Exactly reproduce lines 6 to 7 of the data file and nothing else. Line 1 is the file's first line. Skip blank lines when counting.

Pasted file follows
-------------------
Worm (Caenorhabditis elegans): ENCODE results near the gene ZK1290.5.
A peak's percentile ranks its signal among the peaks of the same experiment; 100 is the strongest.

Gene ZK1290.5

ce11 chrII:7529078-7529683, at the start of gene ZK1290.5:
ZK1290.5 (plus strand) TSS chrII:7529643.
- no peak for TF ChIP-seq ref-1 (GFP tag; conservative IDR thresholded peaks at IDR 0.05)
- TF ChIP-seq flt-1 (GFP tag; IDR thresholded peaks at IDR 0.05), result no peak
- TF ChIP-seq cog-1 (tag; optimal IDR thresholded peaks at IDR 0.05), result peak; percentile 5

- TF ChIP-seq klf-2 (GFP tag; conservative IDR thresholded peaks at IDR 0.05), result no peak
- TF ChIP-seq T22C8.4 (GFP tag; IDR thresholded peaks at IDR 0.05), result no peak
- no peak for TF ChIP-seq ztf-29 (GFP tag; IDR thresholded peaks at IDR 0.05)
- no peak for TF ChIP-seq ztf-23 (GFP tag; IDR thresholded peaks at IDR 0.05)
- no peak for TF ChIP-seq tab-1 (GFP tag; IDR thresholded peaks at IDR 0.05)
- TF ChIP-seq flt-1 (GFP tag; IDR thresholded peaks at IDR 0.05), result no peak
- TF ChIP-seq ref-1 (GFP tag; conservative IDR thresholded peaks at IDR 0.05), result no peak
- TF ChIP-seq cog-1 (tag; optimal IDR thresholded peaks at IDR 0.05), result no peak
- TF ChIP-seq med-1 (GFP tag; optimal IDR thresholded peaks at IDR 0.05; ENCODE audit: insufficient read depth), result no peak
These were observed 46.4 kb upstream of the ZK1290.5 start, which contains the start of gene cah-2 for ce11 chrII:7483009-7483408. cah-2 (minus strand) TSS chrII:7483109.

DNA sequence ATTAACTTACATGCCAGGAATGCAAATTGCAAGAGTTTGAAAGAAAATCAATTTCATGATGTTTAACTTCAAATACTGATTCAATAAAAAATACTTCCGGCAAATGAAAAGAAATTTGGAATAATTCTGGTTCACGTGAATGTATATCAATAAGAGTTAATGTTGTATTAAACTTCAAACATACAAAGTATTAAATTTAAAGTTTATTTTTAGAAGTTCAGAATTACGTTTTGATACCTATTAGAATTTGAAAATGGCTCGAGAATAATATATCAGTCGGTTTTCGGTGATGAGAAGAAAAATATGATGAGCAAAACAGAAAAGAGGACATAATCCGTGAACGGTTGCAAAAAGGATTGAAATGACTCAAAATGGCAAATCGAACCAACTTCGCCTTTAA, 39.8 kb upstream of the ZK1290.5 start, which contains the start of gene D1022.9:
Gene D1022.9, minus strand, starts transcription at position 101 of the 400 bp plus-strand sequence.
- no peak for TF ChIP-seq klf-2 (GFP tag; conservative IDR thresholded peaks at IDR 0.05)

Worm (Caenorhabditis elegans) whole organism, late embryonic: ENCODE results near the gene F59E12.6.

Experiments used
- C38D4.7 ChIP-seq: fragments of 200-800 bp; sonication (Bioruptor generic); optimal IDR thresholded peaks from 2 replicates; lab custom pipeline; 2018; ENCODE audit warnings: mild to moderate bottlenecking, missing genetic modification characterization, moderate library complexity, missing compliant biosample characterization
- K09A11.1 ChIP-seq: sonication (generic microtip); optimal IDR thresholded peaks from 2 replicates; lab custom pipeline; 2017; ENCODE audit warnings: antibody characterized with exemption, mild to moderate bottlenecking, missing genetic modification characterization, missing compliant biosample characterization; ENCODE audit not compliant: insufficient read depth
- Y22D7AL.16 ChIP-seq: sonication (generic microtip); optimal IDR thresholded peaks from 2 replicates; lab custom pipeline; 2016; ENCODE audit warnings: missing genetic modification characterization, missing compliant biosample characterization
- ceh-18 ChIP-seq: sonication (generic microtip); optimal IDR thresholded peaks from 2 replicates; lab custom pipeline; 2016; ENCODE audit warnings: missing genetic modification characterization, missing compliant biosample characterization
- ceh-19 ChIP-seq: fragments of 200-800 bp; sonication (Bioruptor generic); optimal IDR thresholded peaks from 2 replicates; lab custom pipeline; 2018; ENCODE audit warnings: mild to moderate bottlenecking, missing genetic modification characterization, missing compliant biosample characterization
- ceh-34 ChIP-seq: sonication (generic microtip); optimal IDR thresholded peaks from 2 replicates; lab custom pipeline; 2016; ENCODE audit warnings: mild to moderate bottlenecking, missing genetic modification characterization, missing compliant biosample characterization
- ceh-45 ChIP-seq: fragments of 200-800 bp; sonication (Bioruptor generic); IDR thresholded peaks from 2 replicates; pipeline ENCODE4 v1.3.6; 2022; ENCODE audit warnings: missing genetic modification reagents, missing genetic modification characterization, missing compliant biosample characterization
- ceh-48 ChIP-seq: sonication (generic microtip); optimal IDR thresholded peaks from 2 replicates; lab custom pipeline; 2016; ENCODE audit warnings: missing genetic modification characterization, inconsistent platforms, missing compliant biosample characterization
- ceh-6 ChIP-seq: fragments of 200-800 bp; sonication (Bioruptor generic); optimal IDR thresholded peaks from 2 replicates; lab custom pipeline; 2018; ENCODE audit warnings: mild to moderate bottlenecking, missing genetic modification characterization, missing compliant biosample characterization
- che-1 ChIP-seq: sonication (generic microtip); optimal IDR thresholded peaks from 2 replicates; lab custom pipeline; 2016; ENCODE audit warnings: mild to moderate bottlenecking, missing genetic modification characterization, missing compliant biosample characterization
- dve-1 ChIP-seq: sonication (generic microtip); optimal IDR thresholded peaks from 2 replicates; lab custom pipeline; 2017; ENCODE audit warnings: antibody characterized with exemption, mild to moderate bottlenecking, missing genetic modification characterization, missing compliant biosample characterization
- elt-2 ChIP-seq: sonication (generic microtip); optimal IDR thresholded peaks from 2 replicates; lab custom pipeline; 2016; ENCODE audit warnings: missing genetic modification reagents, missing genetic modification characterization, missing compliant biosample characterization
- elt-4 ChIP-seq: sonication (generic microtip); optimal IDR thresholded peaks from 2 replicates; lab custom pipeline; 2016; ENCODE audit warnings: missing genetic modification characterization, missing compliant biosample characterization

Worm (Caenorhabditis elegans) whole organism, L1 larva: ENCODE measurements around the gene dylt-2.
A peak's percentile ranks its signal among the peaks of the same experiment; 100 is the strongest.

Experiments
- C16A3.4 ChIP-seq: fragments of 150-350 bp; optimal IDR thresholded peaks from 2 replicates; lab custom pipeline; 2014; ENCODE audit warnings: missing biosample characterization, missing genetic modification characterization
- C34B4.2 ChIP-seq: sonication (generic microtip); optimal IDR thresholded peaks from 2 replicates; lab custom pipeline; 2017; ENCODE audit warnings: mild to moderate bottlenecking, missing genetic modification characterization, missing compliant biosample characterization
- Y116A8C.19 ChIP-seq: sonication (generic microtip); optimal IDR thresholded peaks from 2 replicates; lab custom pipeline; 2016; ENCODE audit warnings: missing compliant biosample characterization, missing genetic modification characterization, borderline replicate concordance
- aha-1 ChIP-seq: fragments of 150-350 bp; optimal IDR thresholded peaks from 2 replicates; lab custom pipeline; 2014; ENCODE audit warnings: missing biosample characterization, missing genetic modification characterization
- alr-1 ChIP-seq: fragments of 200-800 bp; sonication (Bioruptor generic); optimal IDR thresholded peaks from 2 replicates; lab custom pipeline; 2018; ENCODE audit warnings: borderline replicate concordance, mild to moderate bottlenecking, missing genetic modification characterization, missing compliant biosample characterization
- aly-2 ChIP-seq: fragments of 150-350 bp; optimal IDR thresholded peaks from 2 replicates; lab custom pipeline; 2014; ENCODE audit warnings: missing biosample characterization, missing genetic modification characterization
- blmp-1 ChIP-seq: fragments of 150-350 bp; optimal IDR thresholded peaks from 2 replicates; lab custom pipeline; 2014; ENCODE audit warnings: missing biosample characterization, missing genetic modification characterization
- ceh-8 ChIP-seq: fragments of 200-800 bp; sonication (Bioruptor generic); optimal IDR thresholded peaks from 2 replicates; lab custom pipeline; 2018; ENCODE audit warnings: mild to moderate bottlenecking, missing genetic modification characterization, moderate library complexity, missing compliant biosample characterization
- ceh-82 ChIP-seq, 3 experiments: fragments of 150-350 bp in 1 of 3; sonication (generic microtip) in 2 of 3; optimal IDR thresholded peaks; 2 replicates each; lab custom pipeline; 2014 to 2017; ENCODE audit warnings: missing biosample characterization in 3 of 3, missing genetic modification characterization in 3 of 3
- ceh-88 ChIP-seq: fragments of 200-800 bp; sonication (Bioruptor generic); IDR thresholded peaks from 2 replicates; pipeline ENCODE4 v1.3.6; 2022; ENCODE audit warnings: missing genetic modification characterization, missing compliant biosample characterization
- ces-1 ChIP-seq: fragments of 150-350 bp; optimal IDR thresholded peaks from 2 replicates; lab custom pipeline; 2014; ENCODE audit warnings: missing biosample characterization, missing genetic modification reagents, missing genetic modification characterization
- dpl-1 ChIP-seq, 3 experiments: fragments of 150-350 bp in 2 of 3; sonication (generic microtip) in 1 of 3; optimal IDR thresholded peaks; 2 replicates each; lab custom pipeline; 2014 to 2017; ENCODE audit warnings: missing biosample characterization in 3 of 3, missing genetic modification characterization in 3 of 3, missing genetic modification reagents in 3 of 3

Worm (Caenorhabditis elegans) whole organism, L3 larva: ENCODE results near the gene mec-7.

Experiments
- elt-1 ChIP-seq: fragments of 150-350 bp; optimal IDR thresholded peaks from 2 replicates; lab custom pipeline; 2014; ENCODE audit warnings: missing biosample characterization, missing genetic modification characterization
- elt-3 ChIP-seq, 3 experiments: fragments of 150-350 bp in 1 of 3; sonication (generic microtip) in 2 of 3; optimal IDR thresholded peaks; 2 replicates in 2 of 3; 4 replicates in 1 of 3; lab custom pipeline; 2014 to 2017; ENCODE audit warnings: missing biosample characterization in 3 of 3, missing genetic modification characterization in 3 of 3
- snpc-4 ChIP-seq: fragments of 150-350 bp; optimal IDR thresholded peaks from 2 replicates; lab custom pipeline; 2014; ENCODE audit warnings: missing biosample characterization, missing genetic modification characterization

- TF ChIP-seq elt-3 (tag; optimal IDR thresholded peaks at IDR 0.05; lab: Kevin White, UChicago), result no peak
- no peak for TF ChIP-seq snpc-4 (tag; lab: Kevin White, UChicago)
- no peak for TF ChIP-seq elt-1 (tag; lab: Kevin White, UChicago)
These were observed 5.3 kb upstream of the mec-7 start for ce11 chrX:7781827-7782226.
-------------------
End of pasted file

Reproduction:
- no peak for TF ChIP-seq ref-1 (GFP tag; conservative IDR thresholded peaks at IDR 0.05)
- TF ChIP-seq flt-1 (GFP tag; IDR thresholded peaks at IDR 0.05), result no peak